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In today's edition of the Guardian (a newspaper in the UK), in the "Pyrgic puzzles" section on page 43 by Chris Maslanka, the following puzzle was given:

The 3 wise men ... went to Herrods to do their Christmas shopping. Caspar bought Gold, Melchior bought Frankincense, and Balthazar bought a copy of the Daily Myrrh. The cashier tapped in the number of euros of each of these things cost, and meant to add the three numbers, but multiplied them instead. ... the marvel of the thing was that the result was exactly the same: €65.52. What were the three sums [I assume he meant the three numbers]?

My interpretation is: Find an a, b and c such that a + b + c = abc = 65.52 (exactly) where a, b and c are positive decimal numbers with no more than two decimal places. It follows that a, b and c must also be less than 65.52 (approximately).

My approach is thus: I shall find all the candidate sets of a, b and c where a + b + c = 6552 and a, b and c are integers from {1 ... 6550} (Notionally I have multiplied all the operands by 100 for convenience). Then, for all the candidate sets, it is trivial to satisfy the other condition by dividing all the operands by 100 then multiplying them (with arbitrary-precision arithmetic).

This, as I see it, is an instance of the subset sum problem. So I implemented a dirty (exponential time) algorithm which found one distinct solution: a=0.52, b=2, c=63.

Ok, there are better algorithms for the subset sum problem, but don't you think this is getting a little out-of-reach for an average Guardian reader?

On page 40 the answer is listed:

This is easy, by trial and error. Guess 52p for the Daily Myrrh. But by multiplying by 0.52 is roughly halving, so we need one sum to be about 2; so try 2 X 63 X 0.52. Et voilà. Is this answer unique?

Well, we know that the answer is unique (disregarding the other permutations of 2, 63 and 0.52).

What I want to know is: How can this be "easy"? Am I right in characterising the puzzle as an instance of the subset sum problem? Have I overlooked some characteristic of the puzzle which can be utilized to simplify the solution? Was anyone able to adopt a similar "trial and error" approach and if so can they take me through it? Is Chris Maslanka simply undaunted by NP-complete problems?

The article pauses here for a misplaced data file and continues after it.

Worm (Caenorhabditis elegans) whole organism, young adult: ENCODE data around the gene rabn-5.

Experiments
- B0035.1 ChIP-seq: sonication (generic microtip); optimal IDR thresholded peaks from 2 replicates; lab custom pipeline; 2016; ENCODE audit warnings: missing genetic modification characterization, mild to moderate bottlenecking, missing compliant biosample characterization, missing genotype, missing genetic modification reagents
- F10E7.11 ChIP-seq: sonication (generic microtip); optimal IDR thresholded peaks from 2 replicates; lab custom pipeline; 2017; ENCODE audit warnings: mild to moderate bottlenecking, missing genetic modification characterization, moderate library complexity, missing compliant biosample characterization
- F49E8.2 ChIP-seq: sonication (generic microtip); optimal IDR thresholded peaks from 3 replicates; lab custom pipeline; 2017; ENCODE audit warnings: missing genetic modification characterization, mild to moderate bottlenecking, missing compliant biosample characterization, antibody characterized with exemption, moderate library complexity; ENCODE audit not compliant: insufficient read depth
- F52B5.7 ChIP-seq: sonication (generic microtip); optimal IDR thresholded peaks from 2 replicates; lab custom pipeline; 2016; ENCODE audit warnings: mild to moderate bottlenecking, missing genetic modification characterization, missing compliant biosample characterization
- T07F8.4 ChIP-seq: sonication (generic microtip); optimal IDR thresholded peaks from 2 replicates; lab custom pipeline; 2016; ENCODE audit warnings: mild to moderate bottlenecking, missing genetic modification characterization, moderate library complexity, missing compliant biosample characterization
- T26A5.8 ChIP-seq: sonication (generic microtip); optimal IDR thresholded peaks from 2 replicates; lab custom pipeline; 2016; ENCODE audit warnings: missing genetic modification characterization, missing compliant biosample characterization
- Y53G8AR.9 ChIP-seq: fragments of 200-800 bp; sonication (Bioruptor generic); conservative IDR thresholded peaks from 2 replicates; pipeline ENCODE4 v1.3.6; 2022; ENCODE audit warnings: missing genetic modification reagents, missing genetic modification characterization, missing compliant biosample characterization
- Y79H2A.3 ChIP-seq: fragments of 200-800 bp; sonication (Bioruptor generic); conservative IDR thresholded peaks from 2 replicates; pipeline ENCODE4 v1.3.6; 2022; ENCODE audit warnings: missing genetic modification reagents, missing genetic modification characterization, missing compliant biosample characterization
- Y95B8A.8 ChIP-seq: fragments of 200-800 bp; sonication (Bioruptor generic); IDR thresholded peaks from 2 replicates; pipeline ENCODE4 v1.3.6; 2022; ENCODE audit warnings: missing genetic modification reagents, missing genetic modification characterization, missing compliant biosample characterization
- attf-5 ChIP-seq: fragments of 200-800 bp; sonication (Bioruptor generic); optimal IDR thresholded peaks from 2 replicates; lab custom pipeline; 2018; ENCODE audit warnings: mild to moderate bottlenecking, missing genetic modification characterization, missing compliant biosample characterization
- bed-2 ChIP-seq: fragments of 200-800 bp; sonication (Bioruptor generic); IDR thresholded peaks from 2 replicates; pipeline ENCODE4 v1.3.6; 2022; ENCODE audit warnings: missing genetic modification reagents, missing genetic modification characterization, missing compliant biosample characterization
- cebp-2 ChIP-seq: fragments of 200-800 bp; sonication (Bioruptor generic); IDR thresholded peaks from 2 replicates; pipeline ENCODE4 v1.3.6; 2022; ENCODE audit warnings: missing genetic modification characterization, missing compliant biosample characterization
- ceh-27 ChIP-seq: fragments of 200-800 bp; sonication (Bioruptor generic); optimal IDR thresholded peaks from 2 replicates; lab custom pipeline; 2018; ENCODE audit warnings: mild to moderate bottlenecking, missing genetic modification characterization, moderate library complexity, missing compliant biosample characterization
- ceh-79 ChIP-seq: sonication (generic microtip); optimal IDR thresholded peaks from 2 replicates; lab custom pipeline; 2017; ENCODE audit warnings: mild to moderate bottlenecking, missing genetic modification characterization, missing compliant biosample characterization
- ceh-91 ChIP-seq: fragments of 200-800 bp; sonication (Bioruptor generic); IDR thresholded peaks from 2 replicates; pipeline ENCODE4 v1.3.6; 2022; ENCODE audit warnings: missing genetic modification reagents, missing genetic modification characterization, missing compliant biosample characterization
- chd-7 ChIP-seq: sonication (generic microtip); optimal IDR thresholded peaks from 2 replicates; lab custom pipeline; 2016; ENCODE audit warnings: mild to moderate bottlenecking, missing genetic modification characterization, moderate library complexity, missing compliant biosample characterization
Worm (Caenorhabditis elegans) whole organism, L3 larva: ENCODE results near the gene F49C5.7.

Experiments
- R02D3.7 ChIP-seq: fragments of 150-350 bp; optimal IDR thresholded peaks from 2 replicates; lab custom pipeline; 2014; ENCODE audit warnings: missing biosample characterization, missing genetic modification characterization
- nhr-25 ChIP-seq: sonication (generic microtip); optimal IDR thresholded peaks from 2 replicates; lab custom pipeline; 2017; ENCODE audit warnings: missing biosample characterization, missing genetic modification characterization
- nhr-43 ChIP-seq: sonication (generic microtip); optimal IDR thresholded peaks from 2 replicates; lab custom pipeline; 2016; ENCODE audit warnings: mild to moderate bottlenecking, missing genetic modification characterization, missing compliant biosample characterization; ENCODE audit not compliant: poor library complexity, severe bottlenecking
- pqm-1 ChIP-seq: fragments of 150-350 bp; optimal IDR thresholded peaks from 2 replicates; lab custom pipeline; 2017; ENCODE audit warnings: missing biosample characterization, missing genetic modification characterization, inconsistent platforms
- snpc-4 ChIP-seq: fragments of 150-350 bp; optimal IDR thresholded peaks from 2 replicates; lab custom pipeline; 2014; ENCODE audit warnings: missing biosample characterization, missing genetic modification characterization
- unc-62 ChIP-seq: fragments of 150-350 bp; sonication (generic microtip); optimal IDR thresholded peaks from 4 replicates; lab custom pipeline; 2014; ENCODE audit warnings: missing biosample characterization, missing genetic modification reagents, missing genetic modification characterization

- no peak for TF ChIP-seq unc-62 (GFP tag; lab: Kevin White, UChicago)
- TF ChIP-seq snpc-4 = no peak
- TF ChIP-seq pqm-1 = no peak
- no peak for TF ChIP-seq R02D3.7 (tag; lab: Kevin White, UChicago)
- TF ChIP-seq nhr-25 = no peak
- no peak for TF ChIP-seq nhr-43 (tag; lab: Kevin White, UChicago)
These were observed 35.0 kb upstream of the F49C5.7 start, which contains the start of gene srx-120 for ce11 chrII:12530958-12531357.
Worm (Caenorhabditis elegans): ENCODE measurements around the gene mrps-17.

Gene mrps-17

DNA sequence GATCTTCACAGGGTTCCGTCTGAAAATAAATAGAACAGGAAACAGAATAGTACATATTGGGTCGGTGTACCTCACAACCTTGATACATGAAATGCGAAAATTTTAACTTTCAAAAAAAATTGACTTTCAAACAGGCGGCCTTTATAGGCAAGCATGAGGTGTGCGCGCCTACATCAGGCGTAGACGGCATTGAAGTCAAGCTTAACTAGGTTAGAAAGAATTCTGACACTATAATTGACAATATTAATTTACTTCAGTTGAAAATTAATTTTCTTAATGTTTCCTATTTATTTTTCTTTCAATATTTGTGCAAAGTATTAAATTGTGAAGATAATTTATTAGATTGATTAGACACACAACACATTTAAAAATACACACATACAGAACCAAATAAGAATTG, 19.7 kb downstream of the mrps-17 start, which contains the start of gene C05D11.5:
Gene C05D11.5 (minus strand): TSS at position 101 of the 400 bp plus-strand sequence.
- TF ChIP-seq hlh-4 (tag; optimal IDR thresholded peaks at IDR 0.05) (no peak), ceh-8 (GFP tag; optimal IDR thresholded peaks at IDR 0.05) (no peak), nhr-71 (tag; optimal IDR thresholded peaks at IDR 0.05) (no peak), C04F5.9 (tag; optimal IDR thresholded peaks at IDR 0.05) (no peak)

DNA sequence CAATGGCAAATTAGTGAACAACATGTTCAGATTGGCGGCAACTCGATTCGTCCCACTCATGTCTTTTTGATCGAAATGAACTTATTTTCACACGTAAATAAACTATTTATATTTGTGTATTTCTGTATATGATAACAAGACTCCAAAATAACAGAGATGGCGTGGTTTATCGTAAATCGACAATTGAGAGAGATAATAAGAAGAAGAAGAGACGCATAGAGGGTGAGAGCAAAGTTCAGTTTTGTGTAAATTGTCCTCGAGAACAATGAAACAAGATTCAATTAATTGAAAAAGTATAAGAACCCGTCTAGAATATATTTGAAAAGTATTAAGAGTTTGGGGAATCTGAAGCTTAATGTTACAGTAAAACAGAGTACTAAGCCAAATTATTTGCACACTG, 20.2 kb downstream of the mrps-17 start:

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up vote 3 down vote accepted

No, it is not an instance of the subset sum problem, because:

  1. The subset size is limited to 3, making it O(n^3) solution worst case with naive exhaustive search (and not exponential)
  2. There is additional data in here, the product of the numbers.
  3. You are not actually given a set, a set of all integers is just a subproblem of subset-sum, a much easier one.

The important thing to understand here is: if a problem can be solved by an NP-Hard problem - it doesn't mean it is NP-Hard as well, the other way around holds - if you have a problem, and you can solve some NP-Hard problem (polynomially) with it, then your problem is NP-Hard. It is called polynomial reduction1.


The approach is easy because all you have to do is "guess" (by iterating all candidates) a value for a, and from this you can derive what is the possible solution for b,c - (2 variables, two equations if a is known - and in each iteration - it is), thus the solution is even linear - not only sub exponential.

It might even be optimized to use a variation of binary search to get a sub-linear optimization, but I cannot think of that optimization at the moment.


(1) Note: this is some intuitive explanation, and not a formal definition.

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> "The subset size is limited to 3, making it O(n^3) solution worst case (and not exponential)" You're right of course. > "is just a subproblem of subset-sum, a much easier one." I'll research this sub-problem- thanks. > "all you have to do is "guess" (by iterating all candidates) a value for a, and from this you can derive what is the possible solution for b,c ... a is known ... thus the solution is even linear" > "It might even be optimized to use a variation of binary search" This is food for thought- thanks. –  Joseph J Short Dec 22 '12 at 19:59
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